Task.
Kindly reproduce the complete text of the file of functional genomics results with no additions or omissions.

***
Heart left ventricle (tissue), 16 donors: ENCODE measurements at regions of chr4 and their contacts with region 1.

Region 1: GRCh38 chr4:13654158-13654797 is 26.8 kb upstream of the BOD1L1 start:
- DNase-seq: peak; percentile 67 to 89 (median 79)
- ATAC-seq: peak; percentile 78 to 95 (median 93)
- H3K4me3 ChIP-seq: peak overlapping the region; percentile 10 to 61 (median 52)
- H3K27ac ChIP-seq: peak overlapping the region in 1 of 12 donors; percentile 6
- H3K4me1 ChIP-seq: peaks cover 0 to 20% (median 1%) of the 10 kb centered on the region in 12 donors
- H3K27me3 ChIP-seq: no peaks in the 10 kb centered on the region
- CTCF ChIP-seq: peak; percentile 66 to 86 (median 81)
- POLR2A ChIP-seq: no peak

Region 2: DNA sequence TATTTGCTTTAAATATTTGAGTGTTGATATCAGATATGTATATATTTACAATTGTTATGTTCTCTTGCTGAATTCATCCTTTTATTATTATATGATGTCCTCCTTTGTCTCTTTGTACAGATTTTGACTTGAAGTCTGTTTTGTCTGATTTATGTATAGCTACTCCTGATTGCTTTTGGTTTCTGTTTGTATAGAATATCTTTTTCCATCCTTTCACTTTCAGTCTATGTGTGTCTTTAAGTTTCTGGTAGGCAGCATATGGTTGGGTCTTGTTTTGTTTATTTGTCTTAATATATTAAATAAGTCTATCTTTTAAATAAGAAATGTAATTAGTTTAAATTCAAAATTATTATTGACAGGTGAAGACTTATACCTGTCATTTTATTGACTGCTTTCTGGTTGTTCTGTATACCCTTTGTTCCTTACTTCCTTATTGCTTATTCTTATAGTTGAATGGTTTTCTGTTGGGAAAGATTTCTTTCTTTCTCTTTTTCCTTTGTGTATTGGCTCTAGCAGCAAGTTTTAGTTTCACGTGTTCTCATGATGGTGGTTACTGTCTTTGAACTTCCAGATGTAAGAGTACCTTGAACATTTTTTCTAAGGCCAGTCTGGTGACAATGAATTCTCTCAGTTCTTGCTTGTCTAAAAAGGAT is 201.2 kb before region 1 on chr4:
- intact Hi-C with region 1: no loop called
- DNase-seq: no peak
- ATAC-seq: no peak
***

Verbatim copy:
Heart left ventricle (tissue), 16 donors: ENCODE measurements at regions of chr4 and their contacts with region 1.

Region 1: GRCh38 chr4:13654158-13654797 is 26.8 kb upstream of the BOD1L1 start:
- DNase-seq: peak; percentile 67 to 89 (median 79)
- ATAC-seq: peak; percentile 78 to 95 (median 93)
- H3K4me3 ChIP-seq: peak overlapping the region; percentile 10 to 61 (median 52)
- H3K27ac ChIP-seq: peak overlapping the region in 1 of 12 donors; percentile 6
- H3K4me1 ChIP-seq: peaks cover 0 to 20% (median 1%) of the 10 kb centered on the region in 12 donors
- H3K27me3 ChIP-seq: no peaks in the 10 kb centered on the region
- CTCF ChIP-seq: peak; percentile 66 to 86 (median 81)
- POLR2A ChIP-seq: no peak

Region 2: DNA sequence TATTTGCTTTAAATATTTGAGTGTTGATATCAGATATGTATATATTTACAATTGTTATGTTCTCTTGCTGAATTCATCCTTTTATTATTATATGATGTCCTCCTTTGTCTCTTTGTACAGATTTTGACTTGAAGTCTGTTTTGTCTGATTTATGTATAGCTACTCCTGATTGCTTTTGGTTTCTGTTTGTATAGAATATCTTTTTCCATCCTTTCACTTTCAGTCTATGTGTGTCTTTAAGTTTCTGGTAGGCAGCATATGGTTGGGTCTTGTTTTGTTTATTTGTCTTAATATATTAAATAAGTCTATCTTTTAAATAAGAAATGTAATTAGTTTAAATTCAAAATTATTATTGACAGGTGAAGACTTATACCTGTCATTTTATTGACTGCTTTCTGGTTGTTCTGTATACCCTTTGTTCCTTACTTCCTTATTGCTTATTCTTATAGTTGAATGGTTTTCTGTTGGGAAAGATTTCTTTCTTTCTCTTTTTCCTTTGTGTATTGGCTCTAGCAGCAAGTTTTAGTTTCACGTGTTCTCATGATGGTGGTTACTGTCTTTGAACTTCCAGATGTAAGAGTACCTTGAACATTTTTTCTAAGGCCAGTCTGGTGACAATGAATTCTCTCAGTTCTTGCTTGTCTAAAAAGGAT is 201.2 kb before region 1 on chr4:
- intact Hi-C with region 1: no loop called
- DNase-seq: no peak
- ATAC-seq: no peak